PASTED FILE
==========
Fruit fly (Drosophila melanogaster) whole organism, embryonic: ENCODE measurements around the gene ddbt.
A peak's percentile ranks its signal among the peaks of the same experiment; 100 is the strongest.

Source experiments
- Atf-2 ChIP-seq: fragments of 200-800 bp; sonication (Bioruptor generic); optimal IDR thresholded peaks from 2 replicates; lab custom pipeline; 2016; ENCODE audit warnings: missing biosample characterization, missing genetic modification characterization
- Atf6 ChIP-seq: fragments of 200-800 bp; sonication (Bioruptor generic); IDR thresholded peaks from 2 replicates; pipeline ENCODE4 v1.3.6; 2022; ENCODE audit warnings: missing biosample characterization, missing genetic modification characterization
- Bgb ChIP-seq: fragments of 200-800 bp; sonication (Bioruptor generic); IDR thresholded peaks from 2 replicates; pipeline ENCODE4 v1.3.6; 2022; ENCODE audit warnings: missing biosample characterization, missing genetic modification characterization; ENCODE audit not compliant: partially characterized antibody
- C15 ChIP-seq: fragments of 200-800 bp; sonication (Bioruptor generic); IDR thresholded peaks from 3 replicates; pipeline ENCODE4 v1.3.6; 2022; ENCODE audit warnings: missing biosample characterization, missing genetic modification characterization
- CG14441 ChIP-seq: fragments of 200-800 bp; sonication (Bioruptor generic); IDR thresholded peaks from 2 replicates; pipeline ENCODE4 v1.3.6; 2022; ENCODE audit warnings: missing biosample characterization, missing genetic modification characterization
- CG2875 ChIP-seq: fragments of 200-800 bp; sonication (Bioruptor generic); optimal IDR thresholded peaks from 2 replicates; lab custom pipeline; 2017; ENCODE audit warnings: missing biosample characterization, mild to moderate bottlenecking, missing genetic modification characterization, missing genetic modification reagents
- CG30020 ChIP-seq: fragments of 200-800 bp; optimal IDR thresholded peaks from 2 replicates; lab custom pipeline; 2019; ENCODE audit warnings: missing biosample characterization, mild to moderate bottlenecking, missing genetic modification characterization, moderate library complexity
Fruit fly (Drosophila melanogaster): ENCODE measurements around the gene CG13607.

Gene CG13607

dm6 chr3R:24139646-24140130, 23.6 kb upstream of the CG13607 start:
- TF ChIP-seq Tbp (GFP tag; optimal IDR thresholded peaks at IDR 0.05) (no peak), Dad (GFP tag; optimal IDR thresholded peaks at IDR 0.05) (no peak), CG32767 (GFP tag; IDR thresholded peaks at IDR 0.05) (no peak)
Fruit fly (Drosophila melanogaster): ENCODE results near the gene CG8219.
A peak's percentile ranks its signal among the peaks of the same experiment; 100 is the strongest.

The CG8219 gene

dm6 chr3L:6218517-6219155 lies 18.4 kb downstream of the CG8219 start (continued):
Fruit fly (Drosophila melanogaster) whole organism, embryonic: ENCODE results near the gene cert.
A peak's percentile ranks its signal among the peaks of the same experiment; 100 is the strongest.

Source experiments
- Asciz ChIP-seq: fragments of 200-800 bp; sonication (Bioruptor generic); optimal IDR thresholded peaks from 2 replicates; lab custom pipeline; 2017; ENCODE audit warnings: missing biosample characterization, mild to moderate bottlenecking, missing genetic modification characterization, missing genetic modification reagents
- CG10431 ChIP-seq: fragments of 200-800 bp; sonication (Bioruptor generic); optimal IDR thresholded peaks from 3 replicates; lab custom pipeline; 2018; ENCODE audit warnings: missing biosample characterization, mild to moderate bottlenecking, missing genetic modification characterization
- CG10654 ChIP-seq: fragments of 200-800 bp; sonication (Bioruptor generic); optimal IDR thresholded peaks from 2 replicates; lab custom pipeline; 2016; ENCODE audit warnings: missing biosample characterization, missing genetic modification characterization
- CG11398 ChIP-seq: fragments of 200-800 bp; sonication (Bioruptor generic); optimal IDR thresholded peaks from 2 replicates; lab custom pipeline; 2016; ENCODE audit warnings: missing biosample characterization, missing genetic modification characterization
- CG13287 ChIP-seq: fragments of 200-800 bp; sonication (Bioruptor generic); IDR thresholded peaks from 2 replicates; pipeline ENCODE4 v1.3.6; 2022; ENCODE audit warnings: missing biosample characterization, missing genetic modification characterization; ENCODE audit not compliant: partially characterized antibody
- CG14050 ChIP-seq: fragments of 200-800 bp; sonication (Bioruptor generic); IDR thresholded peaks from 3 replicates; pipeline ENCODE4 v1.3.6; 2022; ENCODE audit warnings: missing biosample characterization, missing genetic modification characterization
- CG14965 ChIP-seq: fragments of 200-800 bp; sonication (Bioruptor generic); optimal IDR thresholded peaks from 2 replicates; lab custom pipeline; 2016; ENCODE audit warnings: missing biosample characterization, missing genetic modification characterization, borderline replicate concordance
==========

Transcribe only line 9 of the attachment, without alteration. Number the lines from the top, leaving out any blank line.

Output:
- CG2875 ChIP-seq: fragments of 200-800 bp; sonication (Bioruptor generic); optimal IDR thresholded peaks from 2 replicates; lab custom pipeline; 2017; ENCODE audit warnings: missing biosample characterization, mild to moderate bottlenecking, missing genetic modification characterization, missing genetic modification reagents